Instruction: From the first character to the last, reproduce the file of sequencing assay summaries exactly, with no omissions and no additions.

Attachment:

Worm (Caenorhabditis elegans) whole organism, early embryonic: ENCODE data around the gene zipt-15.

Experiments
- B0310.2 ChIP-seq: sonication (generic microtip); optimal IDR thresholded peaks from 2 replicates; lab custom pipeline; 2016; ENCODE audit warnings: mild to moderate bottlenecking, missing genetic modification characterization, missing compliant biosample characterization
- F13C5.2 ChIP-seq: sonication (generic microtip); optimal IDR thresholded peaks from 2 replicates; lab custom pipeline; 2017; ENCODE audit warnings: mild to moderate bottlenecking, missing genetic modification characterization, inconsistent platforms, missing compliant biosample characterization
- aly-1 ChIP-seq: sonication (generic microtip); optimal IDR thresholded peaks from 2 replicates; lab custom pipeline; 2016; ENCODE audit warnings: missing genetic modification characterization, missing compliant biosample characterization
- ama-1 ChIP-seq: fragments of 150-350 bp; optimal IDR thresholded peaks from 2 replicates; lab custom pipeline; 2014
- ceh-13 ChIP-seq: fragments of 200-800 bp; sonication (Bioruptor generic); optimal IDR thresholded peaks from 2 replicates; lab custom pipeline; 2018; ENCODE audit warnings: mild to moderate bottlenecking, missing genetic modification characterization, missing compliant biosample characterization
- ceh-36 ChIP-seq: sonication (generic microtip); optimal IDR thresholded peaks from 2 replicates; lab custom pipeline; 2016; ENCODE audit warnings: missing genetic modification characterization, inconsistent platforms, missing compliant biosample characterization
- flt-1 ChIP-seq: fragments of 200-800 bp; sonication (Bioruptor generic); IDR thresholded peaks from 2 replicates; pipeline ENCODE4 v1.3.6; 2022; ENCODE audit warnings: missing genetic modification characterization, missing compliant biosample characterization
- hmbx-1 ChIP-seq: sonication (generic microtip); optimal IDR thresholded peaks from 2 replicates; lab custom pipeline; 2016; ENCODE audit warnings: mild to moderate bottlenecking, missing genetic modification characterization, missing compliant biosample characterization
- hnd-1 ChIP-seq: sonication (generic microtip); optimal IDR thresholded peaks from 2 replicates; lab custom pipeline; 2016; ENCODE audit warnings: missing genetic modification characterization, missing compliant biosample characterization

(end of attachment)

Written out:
Worm (Caenorhabditis elegans) whole organism, early embryonic: ENCODE data around the gene zipt-15.

Experiments
- B0310.2 ChIP-seq: sonication (generic microtip); optimal IDR thresholded peaks from 2 replicates; lab custom pipeline; 2016; ENCODE audit warnings: mild to moderate bottlenecking, missing genetic modification characterization, missing compliant biosample characterization
- F13C5.2 ChIP-seq: sonication (generic microtip); optimal IDR thresholded peaks from 2 replicates; lab custom pipeline; 2017; ENCODE audit warnings: mild to moderate bottlenecking, missing genetic modification characterization, inconsistent platforms, missing compliant biosample characterization
- aly-1 ChIP-seq: sonication (generic microtip); optimal IDR thresholded peaks from 2 replicates; lab custom pipeline; 2016; ENCODE audit warnings: missing genetic modification characterization, missing compliant biosample characterization
- ama-1 ChIP-seq: fragments of 150-350 bp; optimal IDR thresholded peaks from 2 replicates; lab custom pipeline; 2014
- ceh-13 ChIP-seq: fragments of 200-800 bp; sonication (Bioruptor generic); optimal IDR thresholded peaks from 2 replicates; lab custom pipeline; 2018; ENCODE audit warnings: mild to moderate bottlenecking, missing genetic modification characterization, missing compliant biosample characterization
- ceh-36 ChIP-seq: sonication (generic microtip); optimal IDR thresholded peaks from 2 replicates; lab custom pipeline; 2016; ENCODE audit warnings: missing genetic modification characterization, inconsistent platforms, missing compliant biosample characterization
- flt-1 ChIP-seq: fragments of 200-800 bp; sonication (Bioruptor generic); IDR thresholded peaks from 2 replicates; pipeline ENCODE4 v1.3.6; 2022; ENCODE audit warnings: missing genetic modification characterization, missing compliant biosample characterization
- hmbx-1 ChIP-seq: sonication (generic microtip); optimal IDR thresholded peaks from 2 replicates; lab custom pipeline; 2016; ENCODE audit warnings: mild to moderate bottlenecking, missing genetic modification characterization, missing compliant biosample characterization
- hnd-1 ChIP-seq: sonication (generic microtip); optimal IDR thresholded peaks from 2 replicates; lab custom pipeline; 2016; ENCODE audit warnings: missing genetic modification characterization, missing compliant biosample characterization